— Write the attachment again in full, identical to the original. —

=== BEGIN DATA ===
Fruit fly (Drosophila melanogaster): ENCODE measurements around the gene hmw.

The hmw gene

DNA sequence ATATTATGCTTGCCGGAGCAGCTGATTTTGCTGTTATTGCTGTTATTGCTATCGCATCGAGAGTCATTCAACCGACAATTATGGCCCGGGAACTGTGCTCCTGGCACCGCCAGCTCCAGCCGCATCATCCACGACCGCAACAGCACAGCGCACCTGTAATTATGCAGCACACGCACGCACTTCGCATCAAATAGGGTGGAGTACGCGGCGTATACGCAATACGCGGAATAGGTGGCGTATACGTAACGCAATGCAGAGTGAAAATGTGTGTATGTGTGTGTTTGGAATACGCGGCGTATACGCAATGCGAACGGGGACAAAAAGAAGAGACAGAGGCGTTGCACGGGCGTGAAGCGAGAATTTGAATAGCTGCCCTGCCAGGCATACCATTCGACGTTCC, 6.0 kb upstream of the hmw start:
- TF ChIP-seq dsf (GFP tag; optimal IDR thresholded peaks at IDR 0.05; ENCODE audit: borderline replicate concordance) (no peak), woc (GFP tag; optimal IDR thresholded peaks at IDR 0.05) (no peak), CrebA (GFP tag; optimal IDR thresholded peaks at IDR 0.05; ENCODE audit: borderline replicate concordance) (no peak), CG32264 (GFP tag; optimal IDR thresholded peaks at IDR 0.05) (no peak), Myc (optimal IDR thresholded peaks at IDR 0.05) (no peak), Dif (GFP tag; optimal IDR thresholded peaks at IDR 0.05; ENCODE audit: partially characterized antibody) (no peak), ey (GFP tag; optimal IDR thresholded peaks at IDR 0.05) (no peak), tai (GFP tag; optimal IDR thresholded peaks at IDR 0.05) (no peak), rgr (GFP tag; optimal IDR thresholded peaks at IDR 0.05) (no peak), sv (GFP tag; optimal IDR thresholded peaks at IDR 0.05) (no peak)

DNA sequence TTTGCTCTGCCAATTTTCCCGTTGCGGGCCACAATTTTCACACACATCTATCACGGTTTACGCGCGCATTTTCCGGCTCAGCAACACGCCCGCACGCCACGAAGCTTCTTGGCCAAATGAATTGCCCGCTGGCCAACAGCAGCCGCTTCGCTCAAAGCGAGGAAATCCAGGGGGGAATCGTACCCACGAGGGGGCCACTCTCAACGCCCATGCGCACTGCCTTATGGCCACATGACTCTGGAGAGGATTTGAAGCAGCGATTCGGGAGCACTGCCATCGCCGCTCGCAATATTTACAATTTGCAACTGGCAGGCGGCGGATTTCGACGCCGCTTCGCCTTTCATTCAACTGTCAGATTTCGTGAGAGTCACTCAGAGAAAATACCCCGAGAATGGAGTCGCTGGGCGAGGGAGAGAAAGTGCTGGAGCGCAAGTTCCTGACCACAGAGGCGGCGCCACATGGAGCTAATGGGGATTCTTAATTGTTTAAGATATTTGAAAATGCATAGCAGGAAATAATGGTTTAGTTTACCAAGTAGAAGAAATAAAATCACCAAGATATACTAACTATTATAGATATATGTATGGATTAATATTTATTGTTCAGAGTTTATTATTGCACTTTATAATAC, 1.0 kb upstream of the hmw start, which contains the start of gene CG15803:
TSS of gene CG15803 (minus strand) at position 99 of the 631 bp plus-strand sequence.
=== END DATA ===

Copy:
Fruit fly (Drosophila melanogaster): ENCODE measurements around the gene hmw.

The hmw gene

DNA sequence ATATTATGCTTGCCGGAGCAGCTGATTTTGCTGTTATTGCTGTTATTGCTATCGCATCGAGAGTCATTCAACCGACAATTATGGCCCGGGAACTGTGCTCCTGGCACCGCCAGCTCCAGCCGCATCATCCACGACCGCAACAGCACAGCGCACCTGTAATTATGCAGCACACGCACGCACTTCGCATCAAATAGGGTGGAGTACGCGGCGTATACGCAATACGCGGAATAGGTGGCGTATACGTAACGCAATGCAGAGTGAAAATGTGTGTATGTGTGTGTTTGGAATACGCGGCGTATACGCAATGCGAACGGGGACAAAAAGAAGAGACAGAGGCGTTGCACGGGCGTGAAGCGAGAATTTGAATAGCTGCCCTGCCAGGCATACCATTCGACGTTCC, 6.0 kb upstream of the hmw start:
- TF ChIP-seq dsf (GFP tag; optimal IDR thresholded peaks at IDR 0.05; ENCODE audit: borderline replicate concordance) (no peak), woc (GFP tag; optimal IDR thresholded peaks at IDR 0.05) (no peak), CrebA (GFP tag; optimal IDR thresholded peaks at IDR 0.05; ENCODE audit: borderline replicate concordance) (no peak), CG32264 (GFP tag; optimal IDR thresholded peaks at IDR 0.05) (no peak), Myc (optimal IDR thresholded peaks at IDR 0.05) (no peak), Dif (GFP tag; optimal IDR thresholded peaks at IDR 0.05; ENCODE audit: partially characterized antibody) (no peak), ey (GFP tag; optimal IDR thresholded peaks at IDR 0.05) (no peak), tai (GFP tag; optimal IDR thresholded peaks at IDR 0.05) (no peak), rgr (GFP tag; optimal IDR thresholded peaks at IDR 0.05) (no peak), sv (GFP tag; optimal IDR thresholded peaks at IDR 0.05) (no peak)

DNA sequence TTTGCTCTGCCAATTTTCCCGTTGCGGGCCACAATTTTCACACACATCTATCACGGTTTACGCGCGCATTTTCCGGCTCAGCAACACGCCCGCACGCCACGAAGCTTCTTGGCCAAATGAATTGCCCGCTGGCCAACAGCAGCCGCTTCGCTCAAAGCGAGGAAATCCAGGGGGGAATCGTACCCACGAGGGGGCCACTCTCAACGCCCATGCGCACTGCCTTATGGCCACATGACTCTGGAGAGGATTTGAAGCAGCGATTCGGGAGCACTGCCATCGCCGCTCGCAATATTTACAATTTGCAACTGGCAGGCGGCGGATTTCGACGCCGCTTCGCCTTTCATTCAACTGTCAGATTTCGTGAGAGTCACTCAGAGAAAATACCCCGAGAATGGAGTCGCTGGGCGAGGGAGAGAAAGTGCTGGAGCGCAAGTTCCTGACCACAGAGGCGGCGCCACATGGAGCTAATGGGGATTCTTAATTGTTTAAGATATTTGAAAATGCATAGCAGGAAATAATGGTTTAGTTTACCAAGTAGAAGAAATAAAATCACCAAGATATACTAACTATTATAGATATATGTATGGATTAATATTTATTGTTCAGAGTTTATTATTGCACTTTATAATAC, 1.0 kb upstream of the hmw start, which contains the start of gene CG15803:
TSS of gene CG15803 (minus strand) at position 99 of the 631 bp plus-strand sequence.